Such lessons have left a deep impact on young members like Cadet Chief Master Sgt. Mikka Kritzer, the MacDill squadron’s cadet first sergeant, who cites “immeasurable influence on my life.”
After joining Civil Air Patrol in January 2020, Kritzer said, ”every time I went to a squadron meeting, I returned feeling inspired and ready to change my life for the better, due to Lt. Col. Panzera's active teaching and leading style. He knows how to grab the attention of people and use it for their own good.”
“He introduced me to the idea that becoming a leader was a possibility in my future … I saw Lt. Col. Panzera as a true leader who could inspire people to do what was difficult – because they wanted to do it.”
“Time and time again he has shown a dedication to young cadets, trying to connect to them and raise them up. I can say now, as a cadet first sergeant and cadet battalion commander in Navy Junior ROTC, he is the reason I am who I am today.
“He is who I want to be when I grow up,” the cadet said.
Along with lessons he shares from his military career, Panzera also influences cadets by using what he calls “Challenge and Response.”
“I do this all the time, but especially at encampment. I yell out. ‘Cadets, where are you going?’ The response is ’All the way, sir!’
“I then yell, ’What are you going to do when you get there?’ Their reply is ‘WIN THE DAY, SIR!’
“And just before I introduce the keynote speaker at their graduation, I tell the cadets that the speaker is hard of hearing. ‘Cadets, where are you going?’
“And they properly respond. The speaker is always revved up by this and some have even done the challenge and response before they finish.”
When Panzera retired from the Air Force in 2018, he was given a so-called fini flight, a military aviation tradition marking a pilot’s retirement. After completion of the flight, tradition calls for the pilot to be sprayed down or doused with water and a bottle of champagne upon leaving the aircraft.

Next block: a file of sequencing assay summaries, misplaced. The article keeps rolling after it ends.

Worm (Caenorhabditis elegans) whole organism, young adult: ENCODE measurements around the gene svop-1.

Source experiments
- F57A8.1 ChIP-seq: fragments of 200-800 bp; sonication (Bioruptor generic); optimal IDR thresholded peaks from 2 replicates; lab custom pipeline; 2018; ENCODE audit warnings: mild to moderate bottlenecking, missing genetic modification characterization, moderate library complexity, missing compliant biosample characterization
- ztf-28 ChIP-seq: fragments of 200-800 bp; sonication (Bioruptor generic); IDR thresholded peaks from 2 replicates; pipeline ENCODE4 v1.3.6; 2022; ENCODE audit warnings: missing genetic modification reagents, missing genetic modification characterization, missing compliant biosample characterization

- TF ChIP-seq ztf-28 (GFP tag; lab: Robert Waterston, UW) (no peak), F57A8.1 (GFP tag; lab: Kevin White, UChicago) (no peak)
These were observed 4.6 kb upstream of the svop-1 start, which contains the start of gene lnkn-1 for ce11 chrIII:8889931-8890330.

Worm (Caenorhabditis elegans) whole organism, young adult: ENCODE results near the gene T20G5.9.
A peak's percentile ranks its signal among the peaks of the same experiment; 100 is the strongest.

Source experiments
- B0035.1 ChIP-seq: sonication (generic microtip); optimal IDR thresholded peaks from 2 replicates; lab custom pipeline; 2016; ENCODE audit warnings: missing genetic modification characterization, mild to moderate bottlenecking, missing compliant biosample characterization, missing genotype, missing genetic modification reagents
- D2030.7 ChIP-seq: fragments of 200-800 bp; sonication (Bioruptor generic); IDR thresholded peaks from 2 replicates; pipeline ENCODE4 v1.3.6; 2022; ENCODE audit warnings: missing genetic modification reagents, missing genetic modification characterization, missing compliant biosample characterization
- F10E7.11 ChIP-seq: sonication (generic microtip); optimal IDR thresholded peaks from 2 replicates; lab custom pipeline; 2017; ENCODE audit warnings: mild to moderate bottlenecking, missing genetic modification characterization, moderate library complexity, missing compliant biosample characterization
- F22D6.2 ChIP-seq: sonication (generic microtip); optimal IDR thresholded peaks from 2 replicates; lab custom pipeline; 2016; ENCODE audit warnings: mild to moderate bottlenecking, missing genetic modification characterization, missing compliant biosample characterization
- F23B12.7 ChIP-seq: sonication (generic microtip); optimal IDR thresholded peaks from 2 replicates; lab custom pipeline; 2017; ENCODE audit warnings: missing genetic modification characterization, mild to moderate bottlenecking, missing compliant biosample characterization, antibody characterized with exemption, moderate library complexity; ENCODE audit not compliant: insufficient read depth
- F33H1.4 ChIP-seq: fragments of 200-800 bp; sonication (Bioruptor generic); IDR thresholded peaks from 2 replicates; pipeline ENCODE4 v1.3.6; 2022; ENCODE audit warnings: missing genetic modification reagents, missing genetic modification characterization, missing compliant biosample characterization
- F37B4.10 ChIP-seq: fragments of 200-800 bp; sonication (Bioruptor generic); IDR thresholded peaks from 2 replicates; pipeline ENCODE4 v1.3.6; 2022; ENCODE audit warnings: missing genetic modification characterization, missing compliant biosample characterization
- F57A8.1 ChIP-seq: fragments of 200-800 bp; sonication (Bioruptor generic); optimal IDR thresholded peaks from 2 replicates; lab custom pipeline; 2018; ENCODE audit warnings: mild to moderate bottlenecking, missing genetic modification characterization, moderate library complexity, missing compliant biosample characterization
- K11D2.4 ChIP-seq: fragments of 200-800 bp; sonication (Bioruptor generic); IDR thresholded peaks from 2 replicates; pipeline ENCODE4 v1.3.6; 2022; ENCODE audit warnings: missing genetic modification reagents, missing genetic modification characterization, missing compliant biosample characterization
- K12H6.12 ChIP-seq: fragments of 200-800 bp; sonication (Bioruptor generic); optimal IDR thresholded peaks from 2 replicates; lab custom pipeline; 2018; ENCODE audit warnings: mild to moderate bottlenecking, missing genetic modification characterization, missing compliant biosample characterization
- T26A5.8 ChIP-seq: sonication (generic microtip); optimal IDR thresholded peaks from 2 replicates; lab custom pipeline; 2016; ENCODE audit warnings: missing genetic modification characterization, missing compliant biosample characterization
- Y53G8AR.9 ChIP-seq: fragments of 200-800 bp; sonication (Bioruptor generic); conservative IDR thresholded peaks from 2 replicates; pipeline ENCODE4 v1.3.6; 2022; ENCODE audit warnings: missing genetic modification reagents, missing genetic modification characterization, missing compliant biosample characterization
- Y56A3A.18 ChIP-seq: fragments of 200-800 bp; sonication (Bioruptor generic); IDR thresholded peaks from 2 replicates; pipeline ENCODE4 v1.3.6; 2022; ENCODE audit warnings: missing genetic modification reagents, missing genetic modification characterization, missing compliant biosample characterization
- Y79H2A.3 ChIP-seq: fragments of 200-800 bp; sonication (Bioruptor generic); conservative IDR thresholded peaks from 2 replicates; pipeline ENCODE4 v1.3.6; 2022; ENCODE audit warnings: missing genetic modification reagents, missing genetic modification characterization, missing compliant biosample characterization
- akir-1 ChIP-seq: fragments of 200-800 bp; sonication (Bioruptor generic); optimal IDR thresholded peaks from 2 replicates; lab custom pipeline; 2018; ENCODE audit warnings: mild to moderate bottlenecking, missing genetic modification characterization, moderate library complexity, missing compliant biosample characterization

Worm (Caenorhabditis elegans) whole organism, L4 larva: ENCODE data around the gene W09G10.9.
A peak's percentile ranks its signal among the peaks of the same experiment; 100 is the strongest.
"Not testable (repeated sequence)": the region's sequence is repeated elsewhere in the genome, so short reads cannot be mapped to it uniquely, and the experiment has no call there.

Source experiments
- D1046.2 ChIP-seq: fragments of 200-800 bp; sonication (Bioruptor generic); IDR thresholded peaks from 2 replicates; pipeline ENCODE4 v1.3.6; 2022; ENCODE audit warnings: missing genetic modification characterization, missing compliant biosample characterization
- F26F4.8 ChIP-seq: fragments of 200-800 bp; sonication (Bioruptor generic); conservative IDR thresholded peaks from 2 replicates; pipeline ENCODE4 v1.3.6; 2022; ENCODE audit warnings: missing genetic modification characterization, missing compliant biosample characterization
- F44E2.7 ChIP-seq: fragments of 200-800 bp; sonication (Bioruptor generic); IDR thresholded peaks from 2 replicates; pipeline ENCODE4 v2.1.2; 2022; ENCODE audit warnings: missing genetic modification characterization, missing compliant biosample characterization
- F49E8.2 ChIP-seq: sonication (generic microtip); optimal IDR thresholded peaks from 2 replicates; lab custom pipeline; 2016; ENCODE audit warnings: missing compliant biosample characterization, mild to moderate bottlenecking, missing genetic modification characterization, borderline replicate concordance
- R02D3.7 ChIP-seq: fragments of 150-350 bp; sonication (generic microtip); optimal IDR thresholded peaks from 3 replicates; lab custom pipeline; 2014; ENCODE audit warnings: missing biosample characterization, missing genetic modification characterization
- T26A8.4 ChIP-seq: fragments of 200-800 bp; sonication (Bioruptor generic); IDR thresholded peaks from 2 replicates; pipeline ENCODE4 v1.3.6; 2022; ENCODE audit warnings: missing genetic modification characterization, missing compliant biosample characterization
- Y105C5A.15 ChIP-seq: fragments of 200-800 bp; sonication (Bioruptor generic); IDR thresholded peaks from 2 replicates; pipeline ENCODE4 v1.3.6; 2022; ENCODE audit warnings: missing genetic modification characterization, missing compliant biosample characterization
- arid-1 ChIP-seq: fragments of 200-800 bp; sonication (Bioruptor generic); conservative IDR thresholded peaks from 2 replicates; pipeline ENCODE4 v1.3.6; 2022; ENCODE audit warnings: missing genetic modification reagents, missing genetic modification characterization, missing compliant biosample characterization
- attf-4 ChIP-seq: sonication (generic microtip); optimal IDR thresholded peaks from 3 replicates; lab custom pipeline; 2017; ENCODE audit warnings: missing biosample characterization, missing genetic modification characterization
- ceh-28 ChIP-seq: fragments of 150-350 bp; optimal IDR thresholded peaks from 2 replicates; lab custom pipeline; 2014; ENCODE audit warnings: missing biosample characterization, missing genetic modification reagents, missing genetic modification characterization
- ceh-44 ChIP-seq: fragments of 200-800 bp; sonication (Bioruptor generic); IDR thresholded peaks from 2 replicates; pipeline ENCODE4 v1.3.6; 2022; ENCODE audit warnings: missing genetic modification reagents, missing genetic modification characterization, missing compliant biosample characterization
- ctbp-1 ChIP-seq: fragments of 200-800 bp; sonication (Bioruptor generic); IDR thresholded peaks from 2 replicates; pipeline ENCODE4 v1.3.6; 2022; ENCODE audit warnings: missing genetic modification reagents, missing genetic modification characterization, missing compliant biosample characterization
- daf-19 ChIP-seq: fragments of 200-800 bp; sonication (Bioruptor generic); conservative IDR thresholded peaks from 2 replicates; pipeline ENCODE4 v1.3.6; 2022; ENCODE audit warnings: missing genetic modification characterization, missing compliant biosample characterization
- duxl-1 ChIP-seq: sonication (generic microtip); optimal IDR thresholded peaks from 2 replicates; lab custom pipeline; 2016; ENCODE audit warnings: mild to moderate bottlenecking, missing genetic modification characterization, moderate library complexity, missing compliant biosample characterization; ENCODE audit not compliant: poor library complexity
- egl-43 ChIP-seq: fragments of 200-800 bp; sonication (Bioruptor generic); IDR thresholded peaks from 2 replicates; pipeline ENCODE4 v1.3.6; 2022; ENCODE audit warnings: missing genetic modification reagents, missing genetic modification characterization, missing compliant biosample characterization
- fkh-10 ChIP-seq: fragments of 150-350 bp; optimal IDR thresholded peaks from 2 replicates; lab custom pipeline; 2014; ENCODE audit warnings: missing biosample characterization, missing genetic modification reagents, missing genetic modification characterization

Panzera’s fini flight made Air Force history.
“I had my fini flight in the LC-130 and elected to have it a month early so I could have my final flight be one of the flights at the 2017 New York Wing Encampment,” said Panzera, who was then a member of that wing’s Schenectady Composite Squadron. “
Because of the rules, I was allowed to have two special people on board. One was a character development instructor, my father (Capt. Joe Panzera), working at encampment, and the other a cadet at the flight academy for that year, my son Philip.”
And other than flying in a ski-equipped variant of the C-130 Hercules used in the Arctic and Antarctic, what made this Fini flight one for the history books?
“I am the only man in Department of Defense history to conduct his official fini flight in uniform in a military aircraft with his father and his son on board,” Panzera said. “It was one heck of an honor and event.”
Lt. Col. Steven Solomon
National Public Affairs Officer
This article on Lt. Col. David Panzera, the former U.S. Air Force pilot who serves as deputy commander of the Florida Wing’s 89th MacDill Aviation Cadet Squadron, is fourth in a regular series of articles showcasing how CAP and its members make an impact throughout the nation.